Triceten Bickford, a 19-year-old Indiana University student, attacked a Muslim woman in Bloomington, Ind., Saturday night, according to police.
Mr. Bickford says the attack was alcohol induced, and he doesn’t have any memory of the incident.
But the woman, a 47-year-old Turkish immigrant sitting at an outside cafe table with her 9-year-old daughter, remembers the event clearly.
“He started to yell ‘white power,’ couple times,” the victim told WTHR-TV News. “I found him at my neck, like pushing me down, squeezing my neck and putting my head to the table.”
After living in the US for 18 years, the woman said she has “never experienced any kind of discrimination or racism, let alone an all-out attack,” WTHR News reports. But the incident comes at a time of heightened racism against Muslims in the US.
Bickford has apologized to the women, saying he “is not a monster.”
“I’m so sorry to that women,” he said in an interview with WTHR News. “I have no idea who she is, but words can’t explain how much that - I’ve never hurt someone like that before.”
“That never happened in my life,” the unidentified woman said in the WTHR News interview. “He pulled my scarf off, and, if I didn’t grab his hands, he could have killed me.”
UPDATE: IU spokesman Mark Land told the Associated Press Tuesday afternoon that the university's dean of students "dismissed" Bickford from the school Monday evening as a "direct result of what happened over the weekend." Mr.Land says the university won't have anything more to say about Bickford, and will "let the legal process run its course."
This attack reflects rising animosity in the country – perhaps the worst in more than a decade.
“Unfortunately, we’re seeing a growing anti-Muslim sentiment in our society,” Ibrahim Hooper, National Communications Director with the Council on American-Islamic Relations (CAIR), told The Christian Science Monitor Tuesday.
“I can say I’ve been working at this organization for over three years, and the number of instances, and the general atmosphere in the country, it’s more than I’ve ever seen,” Madihha Ahussain, staff attorney with Muslim Advocates in Oakland, Calif., tells The Christian Science Monitor. “And a lot of people who’ve done this a long time – there’s talk about how it seems even worse than after 9/11.”
Bickford faces a judge Friday, where charges of intimidation, public intoxication, two counts of misdemeanor battery, one count of felony-level battery, strangulation and illegal consumption of alcohol by a minor will be addressed. His charges include attacks on the Bloomington police, as it is reported Bickford bit a policeman on the calf and tried to kick out a window in the police car after he was arrested. He was later released on $500 cash bond.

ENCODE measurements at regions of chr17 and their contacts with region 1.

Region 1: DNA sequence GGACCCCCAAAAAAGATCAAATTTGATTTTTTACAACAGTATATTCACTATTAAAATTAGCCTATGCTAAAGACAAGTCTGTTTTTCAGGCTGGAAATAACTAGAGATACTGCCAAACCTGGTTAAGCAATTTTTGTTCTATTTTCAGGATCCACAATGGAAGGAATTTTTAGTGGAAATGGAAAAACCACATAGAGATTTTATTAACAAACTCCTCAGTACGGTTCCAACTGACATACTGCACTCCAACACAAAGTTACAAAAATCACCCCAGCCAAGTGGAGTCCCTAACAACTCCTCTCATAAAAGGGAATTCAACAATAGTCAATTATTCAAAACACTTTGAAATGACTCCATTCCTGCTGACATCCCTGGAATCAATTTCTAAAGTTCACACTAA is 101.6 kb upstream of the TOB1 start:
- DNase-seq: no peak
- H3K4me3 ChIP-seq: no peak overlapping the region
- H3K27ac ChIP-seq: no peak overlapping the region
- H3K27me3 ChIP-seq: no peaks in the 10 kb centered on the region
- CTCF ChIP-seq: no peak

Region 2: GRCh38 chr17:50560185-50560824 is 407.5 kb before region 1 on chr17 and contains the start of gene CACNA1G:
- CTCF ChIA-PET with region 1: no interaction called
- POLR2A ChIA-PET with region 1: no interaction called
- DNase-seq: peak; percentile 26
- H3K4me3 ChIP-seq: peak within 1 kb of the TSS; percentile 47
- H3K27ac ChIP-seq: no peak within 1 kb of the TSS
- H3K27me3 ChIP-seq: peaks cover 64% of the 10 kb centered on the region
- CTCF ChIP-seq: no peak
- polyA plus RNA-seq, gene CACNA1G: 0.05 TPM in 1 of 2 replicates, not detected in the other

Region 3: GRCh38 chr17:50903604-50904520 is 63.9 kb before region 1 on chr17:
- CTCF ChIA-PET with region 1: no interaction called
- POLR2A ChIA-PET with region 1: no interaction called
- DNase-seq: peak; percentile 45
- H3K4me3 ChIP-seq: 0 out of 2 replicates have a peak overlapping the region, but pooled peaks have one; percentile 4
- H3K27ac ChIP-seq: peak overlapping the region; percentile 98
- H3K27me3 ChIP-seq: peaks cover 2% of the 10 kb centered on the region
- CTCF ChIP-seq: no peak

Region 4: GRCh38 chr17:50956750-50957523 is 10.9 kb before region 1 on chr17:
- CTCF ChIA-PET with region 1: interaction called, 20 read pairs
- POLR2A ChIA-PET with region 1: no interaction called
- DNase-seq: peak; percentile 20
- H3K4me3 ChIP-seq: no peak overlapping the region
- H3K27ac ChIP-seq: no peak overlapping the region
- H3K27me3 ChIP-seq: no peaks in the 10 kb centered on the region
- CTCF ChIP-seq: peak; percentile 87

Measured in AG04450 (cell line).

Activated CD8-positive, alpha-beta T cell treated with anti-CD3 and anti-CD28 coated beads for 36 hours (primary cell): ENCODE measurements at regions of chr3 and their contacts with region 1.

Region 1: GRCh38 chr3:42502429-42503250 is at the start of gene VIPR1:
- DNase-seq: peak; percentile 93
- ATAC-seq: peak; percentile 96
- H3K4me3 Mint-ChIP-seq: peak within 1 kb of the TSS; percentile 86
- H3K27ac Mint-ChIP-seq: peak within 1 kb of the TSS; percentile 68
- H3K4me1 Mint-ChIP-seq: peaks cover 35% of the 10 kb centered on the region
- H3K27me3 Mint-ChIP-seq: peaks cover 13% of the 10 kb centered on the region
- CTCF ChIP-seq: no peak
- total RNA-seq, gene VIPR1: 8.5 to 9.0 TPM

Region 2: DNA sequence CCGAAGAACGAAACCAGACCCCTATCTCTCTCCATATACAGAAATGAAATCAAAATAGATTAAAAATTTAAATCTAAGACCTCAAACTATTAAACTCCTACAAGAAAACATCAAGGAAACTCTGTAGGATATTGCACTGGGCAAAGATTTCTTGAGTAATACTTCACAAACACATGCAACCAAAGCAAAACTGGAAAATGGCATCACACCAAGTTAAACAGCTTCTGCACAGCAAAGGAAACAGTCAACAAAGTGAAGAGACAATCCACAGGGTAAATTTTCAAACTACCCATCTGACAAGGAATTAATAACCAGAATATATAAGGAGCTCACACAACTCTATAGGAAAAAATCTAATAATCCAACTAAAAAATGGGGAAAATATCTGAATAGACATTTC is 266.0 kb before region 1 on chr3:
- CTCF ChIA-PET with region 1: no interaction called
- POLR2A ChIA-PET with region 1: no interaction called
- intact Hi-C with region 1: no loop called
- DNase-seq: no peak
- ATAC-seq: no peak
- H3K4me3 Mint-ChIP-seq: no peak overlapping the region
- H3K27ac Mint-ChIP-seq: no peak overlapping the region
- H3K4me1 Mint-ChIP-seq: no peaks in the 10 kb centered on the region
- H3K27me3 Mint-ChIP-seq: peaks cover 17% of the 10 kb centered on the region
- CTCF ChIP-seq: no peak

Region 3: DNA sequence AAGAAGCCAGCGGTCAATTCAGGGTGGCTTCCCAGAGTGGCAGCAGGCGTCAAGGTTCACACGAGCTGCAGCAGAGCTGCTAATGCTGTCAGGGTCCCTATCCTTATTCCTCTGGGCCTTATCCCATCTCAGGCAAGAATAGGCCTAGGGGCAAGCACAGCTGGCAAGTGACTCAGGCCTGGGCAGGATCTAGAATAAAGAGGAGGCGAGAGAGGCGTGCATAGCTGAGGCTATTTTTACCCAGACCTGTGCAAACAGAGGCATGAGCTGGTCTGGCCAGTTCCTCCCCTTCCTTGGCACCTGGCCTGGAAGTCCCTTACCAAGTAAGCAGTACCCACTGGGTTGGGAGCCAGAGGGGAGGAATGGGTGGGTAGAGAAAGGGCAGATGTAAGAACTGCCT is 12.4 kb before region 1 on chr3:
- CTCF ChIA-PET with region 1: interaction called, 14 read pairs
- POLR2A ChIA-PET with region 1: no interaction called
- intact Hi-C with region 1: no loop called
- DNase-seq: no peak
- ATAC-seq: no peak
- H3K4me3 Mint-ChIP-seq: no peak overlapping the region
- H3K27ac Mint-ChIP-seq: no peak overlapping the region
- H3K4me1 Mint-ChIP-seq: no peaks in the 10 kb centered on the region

But Mr. Hooper says these charges aren’t enough. “We’ve asked ‘bias crime’ charges to be brought, which are outlined in Indiana’s Criminal Code,” he said. “We expressed deep concerns that bail of $2,000 does not express the seriousness of the crime.”
And moving forward, Hooper says that fighting ignorance is the best way to address discriminatory attacks.
“We found through our research and experience that education and outreach is the best way to challenge Islamophobia,” he says. “If people interact with Muslims on an every day basis,” most religious assumptions can be addressed.
And amid these challenges, some Muslims in the US see glimmers of hope and acceptance. Last week, for instance, most of the anti-Muslim rallies in front of mosques around the US – organized by a loose-knit coalition of anti-Muslim protesters calling themselves the “Global Rally for Humanity” – fizzled. Instead, the event inspired counter rallies of interfaith groups that met to support the mosques being protested. Other protests in Oregon, Florida, and Michigan, also were sparsely attended, outnumbered by those who came in solidarity.
Catherine Orsborn, director of the Shoulder to Shoulder interfaith campaign, formed in 2010 to battle anti-Muslim bigotry, was one of the leaders who attended a counter rally at the Masjid Muhammad in Washington. As it turned out, no anti-Muslim protesters showed up.
“But this is an issue for all of us as Americans,” Ms. Orsborn says. “It has to do with our American identity, this idea about who’s in, or who’s out.”